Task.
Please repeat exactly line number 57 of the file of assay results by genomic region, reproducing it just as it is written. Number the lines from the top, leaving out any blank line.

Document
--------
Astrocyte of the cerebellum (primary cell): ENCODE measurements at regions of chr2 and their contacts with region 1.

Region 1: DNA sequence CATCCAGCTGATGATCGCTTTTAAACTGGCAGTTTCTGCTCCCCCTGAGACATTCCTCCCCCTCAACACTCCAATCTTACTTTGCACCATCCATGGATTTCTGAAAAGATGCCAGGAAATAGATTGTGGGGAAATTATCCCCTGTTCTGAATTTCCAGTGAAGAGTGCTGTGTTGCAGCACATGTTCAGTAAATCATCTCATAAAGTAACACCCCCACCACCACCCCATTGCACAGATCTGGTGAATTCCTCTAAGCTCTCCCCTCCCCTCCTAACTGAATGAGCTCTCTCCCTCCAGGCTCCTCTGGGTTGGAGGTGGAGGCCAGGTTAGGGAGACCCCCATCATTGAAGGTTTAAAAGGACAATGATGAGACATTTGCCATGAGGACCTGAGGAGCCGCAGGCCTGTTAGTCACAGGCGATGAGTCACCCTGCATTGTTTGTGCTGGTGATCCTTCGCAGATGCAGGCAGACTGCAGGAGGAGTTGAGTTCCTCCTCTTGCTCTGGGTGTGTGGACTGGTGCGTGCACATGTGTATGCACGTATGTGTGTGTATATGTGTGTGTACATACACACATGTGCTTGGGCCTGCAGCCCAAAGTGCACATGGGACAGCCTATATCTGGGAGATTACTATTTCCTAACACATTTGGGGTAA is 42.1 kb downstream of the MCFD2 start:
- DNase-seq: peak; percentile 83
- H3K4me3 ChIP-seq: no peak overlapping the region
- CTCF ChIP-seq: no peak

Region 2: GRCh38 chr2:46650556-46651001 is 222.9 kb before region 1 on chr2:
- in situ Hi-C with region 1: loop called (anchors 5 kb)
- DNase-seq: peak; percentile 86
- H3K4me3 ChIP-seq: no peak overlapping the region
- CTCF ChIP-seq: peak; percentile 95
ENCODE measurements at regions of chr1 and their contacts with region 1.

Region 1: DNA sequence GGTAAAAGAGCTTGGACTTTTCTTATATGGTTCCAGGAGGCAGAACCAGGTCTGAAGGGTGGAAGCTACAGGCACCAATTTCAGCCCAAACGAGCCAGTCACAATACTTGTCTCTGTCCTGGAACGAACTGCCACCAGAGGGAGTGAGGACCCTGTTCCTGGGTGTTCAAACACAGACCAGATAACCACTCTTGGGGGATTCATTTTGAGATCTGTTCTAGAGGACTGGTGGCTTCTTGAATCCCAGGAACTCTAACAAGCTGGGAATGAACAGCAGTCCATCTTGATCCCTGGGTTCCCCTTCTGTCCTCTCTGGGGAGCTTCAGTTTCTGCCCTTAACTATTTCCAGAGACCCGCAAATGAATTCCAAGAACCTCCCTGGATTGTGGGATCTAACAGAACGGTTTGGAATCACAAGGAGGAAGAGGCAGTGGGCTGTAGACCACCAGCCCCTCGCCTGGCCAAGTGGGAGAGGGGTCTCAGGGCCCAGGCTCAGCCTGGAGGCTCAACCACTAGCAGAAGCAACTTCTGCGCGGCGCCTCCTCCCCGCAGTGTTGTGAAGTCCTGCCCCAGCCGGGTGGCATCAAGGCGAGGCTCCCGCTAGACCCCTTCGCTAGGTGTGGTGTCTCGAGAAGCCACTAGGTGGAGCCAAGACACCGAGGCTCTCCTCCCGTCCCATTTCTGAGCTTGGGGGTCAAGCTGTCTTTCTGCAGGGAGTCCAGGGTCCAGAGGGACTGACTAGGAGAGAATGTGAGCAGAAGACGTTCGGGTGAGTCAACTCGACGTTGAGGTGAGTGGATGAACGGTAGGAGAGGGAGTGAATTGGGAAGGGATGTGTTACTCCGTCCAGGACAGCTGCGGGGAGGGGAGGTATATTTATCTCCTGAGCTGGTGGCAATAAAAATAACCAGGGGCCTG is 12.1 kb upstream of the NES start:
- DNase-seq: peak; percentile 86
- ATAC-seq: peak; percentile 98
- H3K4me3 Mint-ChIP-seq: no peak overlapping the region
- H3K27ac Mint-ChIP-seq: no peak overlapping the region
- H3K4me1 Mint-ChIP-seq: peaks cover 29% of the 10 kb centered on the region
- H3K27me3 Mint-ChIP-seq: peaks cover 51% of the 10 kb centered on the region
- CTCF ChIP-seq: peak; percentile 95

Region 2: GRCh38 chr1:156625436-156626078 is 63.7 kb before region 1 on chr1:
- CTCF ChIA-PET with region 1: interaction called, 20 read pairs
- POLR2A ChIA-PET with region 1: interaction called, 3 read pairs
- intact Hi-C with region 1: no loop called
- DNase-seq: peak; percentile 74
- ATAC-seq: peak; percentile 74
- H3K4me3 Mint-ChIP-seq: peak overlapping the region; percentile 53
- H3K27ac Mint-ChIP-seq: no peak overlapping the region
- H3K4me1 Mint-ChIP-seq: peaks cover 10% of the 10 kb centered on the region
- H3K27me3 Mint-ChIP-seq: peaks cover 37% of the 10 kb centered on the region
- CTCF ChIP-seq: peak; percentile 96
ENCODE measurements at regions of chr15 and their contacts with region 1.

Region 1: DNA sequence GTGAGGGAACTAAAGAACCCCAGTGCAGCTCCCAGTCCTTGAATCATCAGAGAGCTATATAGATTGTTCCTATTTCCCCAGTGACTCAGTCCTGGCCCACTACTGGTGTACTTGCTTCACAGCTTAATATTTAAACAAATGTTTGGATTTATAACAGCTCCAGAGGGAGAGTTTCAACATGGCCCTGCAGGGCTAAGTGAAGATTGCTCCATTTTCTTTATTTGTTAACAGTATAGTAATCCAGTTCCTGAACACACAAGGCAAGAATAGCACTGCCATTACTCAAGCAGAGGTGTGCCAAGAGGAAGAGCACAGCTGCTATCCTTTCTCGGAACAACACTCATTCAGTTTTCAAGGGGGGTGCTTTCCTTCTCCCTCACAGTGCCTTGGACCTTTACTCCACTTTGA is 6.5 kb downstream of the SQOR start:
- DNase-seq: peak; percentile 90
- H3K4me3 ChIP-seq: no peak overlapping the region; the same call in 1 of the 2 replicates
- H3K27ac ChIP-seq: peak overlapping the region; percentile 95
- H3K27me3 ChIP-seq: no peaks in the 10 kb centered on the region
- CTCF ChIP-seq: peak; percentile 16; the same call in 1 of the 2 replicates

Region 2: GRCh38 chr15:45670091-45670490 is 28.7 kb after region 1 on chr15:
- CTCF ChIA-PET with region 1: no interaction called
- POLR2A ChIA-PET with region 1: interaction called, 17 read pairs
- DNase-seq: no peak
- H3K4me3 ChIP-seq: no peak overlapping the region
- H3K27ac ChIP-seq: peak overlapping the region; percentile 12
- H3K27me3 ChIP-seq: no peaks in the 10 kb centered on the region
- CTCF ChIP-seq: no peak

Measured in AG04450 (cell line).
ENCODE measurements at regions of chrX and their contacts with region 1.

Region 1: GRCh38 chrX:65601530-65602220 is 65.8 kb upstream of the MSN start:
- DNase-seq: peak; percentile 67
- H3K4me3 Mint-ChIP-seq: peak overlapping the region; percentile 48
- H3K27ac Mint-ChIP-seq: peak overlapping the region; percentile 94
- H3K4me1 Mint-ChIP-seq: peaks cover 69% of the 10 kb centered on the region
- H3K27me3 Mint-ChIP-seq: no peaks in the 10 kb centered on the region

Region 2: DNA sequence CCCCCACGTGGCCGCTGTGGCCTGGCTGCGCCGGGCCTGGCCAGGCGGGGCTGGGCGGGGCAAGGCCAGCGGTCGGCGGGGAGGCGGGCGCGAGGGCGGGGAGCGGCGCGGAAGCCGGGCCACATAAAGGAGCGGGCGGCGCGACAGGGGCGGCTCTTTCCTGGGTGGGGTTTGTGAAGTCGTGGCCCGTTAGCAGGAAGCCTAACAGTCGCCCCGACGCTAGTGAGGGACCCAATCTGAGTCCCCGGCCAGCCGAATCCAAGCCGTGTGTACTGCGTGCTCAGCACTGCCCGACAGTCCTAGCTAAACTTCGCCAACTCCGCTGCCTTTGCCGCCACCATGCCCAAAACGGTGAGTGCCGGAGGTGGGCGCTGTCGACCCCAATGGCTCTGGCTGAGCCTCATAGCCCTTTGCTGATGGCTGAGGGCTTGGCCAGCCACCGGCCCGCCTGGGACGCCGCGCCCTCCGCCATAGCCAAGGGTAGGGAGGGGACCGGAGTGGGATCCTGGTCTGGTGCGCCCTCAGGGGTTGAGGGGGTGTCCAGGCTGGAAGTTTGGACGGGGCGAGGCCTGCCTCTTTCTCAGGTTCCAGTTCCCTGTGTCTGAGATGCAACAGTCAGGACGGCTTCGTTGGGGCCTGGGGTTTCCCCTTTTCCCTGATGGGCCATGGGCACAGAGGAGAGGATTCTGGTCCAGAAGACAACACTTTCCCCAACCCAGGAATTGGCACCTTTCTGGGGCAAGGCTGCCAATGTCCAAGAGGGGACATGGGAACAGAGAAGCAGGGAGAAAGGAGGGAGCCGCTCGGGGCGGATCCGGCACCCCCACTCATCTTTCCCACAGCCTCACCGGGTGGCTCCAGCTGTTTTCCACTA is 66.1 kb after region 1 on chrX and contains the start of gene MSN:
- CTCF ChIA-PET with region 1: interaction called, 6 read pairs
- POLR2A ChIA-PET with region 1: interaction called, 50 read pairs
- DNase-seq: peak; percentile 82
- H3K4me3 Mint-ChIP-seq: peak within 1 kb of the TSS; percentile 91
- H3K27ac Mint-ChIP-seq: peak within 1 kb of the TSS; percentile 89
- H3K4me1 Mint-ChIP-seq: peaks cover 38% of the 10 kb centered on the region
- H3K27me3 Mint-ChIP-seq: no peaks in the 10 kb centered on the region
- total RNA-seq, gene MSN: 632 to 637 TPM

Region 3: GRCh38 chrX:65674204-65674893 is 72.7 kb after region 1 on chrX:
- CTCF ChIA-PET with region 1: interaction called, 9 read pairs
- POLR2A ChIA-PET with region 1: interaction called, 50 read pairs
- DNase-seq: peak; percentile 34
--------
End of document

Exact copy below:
- DNase-seq: peak; percentile 82